“This program is something that I have been told by farmers in my District is vital to help their employees in obtaining insurance so that they can limit their liability when those workers have to leave the farm, even for a few hundred yards,” McKean wrote on Facebook in response to Williams attack. “After an hour of debate, virtually none of which was related to the budget discussion, nothing was offered to mitigate the effects of a very broken federal immigration system. I will continue to vote for my District and continue to put pressure on our Congressional delegation and our President to fix this flawed system. I will never tell my colleagues in the House how to vote. I count on them to know their Districts and know what their people need.”

Williams use’ of the word “illegal immigrant” in his amendment angered Democrats, like Thornton Rep. Joe Salazar.

“This is an alt-right show,” Salazar told the Colorado Statesman’s John Tomasic. “When you pass a policy like this, people learn how to drive better and they have insurance. They take tests that insure they know how to drive on our roads safely, which lowers insurance rates… But it has to be a show for some, not about policy, not about what’s good for Colorado, but because we have to put sparklers and glitter over a show and use hateful language in order to get people’s attention. We should rise above the show.”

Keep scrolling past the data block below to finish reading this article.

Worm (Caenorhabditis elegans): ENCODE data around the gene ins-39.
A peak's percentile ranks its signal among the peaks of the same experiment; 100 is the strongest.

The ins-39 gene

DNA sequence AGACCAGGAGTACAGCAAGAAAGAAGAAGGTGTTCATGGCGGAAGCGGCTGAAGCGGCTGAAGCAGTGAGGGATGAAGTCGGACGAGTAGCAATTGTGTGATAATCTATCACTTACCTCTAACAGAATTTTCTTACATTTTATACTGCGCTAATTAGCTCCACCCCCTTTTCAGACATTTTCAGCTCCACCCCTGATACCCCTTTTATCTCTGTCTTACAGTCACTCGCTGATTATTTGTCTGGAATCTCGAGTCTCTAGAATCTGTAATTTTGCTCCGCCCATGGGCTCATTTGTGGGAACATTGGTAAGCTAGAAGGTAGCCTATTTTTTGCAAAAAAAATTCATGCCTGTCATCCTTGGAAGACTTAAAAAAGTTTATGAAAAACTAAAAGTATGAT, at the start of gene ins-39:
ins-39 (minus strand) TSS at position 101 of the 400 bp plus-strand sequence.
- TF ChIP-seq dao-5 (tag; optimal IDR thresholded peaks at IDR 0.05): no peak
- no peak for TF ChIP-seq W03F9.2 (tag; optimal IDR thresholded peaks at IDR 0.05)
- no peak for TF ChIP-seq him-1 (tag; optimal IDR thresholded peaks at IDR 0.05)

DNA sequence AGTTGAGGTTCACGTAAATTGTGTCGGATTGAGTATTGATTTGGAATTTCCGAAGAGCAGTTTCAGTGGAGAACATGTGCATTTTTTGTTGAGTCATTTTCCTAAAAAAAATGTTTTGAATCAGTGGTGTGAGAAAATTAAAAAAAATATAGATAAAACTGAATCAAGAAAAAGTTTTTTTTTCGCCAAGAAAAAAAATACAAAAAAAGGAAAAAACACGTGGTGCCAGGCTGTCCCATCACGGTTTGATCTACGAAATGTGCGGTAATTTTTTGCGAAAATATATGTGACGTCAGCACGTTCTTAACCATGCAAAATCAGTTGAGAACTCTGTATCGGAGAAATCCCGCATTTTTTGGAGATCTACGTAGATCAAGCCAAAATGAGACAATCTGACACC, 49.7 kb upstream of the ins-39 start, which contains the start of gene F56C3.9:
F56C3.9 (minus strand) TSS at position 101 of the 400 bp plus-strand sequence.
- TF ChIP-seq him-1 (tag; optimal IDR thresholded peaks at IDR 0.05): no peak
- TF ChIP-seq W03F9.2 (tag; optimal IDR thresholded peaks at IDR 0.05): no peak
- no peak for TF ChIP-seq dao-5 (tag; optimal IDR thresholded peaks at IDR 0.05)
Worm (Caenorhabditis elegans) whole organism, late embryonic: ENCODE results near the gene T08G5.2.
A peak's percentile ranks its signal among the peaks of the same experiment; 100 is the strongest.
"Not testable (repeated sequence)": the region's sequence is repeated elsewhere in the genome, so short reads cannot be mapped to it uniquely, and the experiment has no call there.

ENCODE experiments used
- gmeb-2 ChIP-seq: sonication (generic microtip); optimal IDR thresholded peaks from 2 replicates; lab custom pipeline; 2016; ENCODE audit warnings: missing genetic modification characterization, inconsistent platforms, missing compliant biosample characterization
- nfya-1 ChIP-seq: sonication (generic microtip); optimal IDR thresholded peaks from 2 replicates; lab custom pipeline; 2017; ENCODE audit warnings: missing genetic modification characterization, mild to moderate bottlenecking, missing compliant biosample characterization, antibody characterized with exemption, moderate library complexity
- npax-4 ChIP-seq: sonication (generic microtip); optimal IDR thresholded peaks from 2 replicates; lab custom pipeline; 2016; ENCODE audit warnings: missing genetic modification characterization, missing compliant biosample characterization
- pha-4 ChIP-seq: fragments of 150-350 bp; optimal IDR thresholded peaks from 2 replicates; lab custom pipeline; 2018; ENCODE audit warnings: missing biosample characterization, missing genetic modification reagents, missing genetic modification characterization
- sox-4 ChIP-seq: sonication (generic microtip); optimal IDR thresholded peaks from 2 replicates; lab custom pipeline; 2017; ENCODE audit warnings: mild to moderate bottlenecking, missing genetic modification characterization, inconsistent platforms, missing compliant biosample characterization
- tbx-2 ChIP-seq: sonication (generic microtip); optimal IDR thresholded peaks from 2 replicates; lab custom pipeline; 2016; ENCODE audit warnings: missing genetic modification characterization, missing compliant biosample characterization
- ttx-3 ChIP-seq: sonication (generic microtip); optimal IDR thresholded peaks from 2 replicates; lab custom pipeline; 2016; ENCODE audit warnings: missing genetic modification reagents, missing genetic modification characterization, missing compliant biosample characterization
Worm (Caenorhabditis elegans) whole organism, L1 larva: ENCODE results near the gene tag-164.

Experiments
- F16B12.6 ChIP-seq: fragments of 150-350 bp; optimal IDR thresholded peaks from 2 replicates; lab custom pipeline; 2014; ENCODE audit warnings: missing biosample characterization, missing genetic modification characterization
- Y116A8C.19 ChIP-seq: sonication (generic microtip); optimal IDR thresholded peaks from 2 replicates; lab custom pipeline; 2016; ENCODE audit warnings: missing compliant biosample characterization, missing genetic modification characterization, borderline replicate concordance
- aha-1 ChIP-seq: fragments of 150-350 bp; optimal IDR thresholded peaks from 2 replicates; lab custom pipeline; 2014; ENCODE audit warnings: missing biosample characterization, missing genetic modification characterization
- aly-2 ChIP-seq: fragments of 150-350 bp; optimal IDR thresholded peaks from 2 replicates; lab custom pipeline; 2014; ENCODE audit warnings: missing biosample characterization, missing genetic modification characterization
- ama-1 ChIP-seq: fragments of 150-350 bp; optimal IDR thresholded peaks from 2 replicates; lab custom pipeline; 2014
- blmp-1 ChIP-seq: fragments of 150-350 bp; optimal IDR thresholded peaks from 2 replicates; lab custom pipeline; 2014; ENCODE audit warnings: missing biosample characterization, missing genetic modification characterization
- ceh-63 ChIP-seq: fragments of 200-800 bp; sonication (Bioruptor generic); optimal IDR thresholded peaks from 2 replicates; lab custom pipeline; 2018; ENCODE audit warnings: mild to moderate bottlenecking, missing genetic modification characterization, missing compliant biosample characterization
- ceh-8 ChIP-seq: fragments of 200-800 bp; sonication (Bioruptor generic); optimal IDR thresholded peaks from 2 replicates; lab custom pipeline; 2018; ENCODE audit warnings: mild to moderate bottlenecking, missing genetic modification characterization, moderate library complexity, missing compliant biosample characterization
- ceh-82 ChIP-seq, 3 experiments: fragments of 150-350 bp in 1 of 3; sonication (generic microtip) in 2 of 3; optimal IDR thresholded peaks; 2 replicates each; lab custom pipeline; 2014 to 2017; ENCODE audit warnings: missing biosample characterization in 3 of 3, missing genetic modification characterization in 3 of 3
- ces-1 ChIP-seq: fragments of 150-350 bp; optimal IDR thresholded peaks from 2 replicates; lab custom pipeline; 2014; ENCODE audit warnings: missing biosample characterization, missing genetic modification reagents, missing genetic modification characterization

“What we should be talking about here are citizens, the citizens we’re supposed to be representing and protecting,” Williams told the Statesman. “This program is another program that attracts illegal aliens to our state and in turn endangers our public… This is a sanctuary city policy. If by keeping this policy in place the majority wants to endanger our citizens, I won’t be a part of it.”

Williams’ amendment was one of a slew of measures offered last week by Republicans who said they wanted to transfer funds from existing programs to transportation. Other GOP amendments, also defeated, would have raised Medicaid co-pays, reduced Medicaid eligibility, and eliminated funding for red-light cameras and a state patrol aircraft program.

Get More Smarter on Tuesday (April 11)